Since the last bull market emerged from the 2007-09 global financial crisis, US stocks have led their global counterparts for more than a decade. According to Morningstar, from 2010 to 2022 the Morningstar US Market Index has returned 12% annualized, completely outperforming the Morningstar Global Index’s 4.4%.1 So, why has the US stood out?
One glaring factor for standing out has been its structural advantage. The US has long been the center of global innovation. It has most of the world’s top universities, which attract superior talent from within and abroad. It has the world’s deepest capital markets, plus a scale advantage that is hard to beat, considering it’s a single market with 50 states and a common language. According to Morningstar magazine, our most popular names such as Meta, Amazon, Netflix, Google, Apple, and Microsoft only made up about a quarter of the difference in return between the US and the global markets. This proves that the US markets dominance stretches far beyond just a handful of big names.
Even though the US market has its share of risks, including internal strife and political gridlock, it has proven to be the world’s most competitively advantaged market because of its size, geographic location, and abundant natural resources. Meanwhile, developments outside the US, such as the U.K.’s exit for the European Union, sovereign debt crises, China’s regulatory crackdowns, Russian’s invasion of Ukraine, and the Middle east’s instability have only made the US more appealing. Warren Buffet has often said that investors should not bet against America. In his 2023 shareholder letter, he wrote “despite our citizens’ penchant -almost enthusiasm- for self-criticism and self-doubt, I have yet to see a time when it made sense to make a long-term bet against America. And I doubt very much that any reader will have a different experience in the future.”2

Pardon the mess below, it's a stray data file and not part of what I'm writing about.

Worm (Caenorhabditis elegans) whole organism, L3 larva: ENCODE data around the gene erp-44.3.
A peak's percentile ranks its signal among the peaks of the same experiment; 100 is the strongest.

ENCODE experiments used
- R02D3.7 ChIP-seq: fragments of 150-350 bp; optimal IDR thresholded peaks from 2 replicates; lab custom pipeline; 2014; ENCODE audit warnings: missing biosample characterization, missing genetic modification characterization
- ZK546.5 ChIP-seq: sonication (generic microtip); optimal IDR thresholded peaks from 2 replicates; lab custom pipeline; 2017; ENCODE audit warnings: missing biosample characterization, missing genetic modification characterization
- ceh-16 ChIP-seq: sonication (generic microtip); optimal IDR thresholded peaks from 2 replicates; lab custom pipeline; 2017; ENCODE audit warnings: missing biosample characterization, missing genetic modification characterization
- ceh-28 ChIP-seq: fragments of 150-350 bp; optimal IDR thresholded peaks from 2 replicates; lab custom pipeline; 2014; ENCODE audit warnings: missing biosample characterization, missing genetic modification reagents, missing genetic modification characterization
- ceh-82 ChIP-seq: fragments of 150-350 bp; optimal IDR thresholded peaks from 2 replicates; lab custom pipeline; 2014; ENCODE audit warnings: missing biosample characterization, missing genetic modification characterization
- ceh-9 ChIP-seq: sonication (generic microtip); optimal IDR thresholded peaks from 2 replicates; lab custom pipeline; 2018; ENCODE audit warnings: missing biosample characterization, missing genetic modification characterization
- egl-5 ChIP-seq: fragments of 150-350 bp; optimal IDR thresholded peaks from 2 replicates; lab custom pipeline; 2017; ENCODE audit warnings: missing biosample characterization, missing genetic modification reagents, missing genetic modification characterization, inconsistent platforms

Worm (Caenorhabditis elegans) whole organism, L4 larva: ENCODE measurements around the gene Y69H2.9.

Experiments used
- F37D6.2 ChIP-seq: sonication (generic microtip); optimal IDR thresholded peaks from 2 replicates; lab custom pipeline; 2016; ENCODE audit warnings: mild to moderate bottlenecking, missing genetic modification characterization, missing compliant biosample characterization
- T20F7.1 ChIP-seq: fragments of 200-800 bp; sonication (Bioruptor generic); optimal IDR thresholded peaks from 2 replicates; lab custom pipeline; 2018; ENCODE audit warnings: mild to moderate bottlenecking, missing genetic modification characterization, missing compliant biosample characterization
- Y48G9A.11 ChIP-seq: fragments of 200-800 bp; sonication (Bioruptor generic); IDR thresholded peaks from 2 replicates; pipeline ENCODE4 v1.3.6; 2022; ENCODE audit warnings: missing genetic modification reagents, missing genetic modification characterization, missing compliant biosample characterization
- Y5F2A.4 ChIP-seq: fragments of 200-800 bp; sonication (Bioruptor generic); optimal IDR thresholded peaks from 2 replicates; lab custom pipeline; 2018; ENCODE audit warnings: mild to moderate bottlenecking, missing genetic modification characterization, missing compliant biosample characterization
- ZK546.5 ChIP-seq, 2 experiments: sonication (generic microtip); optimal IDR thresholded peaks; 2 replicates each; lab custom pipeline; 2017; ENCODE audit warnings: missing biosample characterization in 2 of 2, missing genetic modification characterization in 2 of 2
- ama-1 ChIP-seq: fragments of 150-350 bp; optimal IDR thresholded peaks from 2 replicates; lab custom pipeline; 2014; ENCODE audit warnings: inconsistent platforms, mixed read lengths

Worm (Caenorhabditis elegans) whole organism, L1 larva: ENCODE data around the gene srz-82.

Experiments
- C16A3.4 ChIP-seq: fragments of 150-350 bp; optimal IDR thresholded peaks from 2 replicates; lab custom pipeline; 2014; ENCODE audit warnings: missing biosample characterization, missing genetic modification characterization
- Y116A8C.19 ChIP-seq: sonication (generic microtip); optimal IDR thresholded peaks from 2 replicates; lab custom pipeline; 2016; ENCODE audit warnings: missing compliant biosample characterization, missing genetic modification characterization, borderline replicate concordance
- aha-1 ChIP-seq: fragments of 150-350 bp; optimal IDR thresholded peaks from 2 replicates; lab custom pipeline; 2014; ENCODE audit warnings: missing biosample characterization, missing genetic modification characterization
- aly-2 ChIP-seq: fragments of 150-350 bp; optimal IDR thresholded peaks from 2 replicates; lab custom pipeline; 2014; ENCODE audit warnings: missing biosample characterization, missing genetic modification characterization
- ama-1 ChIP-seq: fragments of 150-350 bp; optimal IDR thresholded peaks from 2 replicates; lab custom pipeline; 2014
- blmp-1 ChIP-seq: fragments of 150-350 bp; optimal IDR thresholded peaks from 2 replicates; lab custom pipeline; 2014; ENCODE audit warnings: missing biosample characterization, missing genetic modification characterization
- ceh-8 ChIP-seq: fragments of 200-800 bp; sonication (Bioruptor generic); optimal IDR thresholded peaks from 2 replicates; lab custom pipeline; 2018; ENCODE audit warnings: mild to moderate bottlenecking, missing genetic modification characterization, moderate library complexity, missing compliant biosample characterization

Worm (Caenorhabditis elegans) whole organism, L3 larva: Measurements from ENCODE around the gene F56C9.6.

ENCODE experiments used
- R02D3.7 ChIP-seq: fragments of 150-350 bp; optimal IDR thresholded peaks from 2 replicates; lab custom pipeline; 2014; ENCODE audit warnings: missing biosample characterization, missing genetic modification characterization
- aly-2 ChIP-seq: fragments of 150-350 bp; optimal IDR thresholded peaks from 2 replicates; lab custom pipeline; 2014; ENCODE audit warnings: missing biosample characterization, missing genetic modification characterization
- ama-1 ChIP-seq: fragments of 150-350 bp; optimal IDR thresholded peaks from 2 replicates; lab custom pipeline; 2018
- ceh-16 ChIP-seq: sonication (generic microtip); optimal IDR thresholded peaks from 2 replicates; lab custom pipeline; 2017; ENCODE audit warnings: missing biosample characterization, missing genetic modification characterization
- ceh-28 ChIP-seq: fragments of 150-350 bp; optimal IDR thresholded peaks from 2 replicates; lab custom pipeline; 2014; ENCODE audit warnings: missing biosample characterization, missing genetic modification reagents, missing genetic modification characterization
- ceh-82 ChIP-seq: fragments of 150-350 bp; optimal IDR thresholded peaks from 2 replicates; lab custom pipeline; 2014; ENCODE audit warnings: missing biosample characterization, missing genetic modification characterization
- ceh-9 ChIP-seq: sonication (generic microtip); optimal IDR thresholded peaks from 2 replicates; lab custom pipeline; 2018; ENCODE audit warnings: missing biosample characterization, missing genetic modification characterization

Several scenarios such as better earnings growth, improved corporate governance, better balance sheet management, and foreign currency strength may lead to a non-US market resurgence and point towards a future that may be brighter abroad. Either way, investors have a lot to consider. Predicting whether a particular region will outperform is notoriously difficult. Not many managers would have accurately forecast how the market landscape looks today back at the beginning of 2010. Overall, as with any investment decision, it’s important to understand the risks involved and how those risks fit into the overall asset allocation and diversification of a portfolio.
Asset allocation and diversification cannot guarantee profit or insure against a loss. There is no guarantee that any investment strategy will be successful; all investing involves risk, including the possible loss of principal.